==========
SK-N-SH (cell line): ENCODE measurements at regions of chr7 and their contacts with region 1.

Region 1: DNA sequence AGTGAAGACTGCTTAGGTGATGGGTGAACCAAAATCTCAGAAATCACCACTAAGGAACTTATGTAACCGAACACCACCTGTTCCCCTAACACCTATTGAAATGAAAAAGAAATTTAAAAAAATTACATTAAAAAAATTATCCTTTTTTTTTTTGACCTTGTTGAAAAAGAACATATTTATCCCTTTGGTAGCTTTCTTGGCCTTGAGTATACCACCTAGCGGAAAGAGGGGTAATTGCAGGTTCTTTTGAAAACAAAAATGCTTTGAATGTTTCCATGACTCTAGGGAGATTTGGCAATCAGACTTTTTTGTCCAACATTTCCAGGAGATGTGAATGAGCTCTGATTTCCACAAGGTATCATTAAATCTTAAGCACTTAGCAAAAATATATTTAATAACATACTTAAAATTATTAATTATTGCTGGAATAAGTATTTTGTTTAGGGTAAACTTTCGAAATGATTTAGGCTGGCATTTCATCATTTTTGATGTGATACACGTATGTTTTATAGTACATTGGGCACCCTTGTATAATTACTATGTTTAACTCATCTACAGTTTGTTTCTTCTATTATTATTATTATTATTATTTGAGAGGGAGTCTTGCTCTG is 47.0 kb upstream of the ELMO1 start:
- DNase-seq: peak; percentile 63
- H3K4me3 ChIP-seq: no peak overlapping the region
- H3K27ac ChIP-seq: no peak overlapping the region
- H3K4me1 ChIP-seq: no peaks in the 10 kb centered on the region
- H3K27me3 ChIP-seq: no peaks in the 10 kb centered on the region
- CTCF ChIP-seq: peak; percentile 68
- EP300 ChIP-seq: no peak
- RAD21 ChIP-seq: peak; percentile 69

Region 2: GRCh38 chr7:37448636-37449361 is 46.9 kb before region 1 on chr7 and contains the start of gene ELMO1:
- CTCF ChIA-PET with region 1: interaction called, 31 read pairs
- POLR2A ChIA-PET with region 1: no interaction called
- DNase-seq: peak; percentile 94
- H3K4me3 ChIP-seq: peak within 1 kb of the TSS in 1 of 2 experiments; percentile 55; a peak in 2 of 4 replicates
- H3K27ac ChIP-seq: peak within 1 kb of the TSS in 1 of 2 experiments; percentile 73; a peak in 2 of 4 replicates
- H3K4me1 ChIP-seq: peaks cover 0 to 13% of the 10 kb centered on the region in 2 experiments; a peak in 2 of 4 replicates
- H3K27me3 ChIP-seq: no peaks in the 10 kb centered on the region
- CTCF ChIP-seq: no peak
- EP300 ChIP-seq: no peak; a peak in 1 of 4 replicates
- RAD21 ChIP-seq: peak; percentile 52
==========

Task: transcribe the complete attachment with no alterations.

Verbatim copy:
SK-N-SH (cell line): ENCODE measurements at regions of chr7 and their contacts with region 1.

Region 1: DNA sequence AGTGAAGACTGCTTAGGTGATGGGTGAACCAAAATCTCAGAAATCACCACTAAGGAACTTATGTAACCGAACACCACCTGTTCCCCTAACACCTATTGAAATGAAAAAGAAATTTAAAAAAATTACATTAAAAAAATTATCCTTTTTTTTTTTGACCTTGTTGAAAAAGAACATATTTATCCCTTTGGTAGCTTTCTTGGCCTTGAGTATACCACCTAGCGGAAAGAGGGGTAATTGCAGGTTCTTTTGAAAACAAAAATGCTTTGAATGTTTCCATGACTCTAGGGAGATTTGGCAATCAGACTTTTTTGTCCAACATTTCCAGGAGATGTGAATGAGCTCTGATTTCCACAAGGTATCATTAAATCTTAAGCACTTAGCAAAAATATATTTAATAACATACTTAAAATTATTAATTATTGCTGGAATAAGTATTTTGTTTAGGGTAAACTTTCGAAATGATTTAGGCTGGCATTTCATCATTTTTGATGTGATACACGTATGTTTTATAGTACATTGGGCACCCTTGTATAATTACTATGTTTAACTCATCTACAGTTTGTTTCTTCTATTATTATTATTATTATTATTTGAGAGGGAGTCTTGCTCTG is 47.0 kb upstream of the ELMO1 start:
- DNase-seq: peak; percentile 63
- H3K4me3 ChIP-seq: no peak overlapping the region
- H3K27ac ChIP-seq: no peak overlapping the region
- H3K4me1 ChIP-seq: no peaks in the 10 kb centered on the region
- H3K27me3 ChIP-seq: no peaks in the 10 kb centered on the region
- CTCF ChIP-seq: peak; percentile 68
- EP300 ChIP-seq: no peak
- RAD21 ChIP-seq: peak; percentile 69

Region 2: GRCh38 chr7:37448636-37449361 is 46.9 kb before region 1 on chr7 and contains the start of gene ELMO1:
- CTCF ChIA-PET with region 1: interaction called, 31 read pairs
- POLR2A ChIA-PET with region 1: no interaction called
- DNase-seq: peak; percentile 94
- H3K4me3 ChIP-seq: peak within 1 kb of the TSS in 1 of 2 experiments; percentile 55; a peak in 2 of 4 replicates
- H3K27ac ChIP-seq: peak within 1 kb of the TSS in 1 of 2 experiments; percentile 73; a peak in 2 of 4 replicates
- H3K4me1 ChIP-seq: peaks cover 0 to 13% of the 10 kb centered on the region in 2 experiments; a peak in 2 of 4 replicates
- H3K27me3 ChIP-seq: no peaks in the 10 kb centered on the region
- CTCF ChIP-seq: no peak
- EP300 ChIP-seq: no peak; a peak in 1 of 4 replicates
- RAD21 ChIP-seq: peak; percentile 52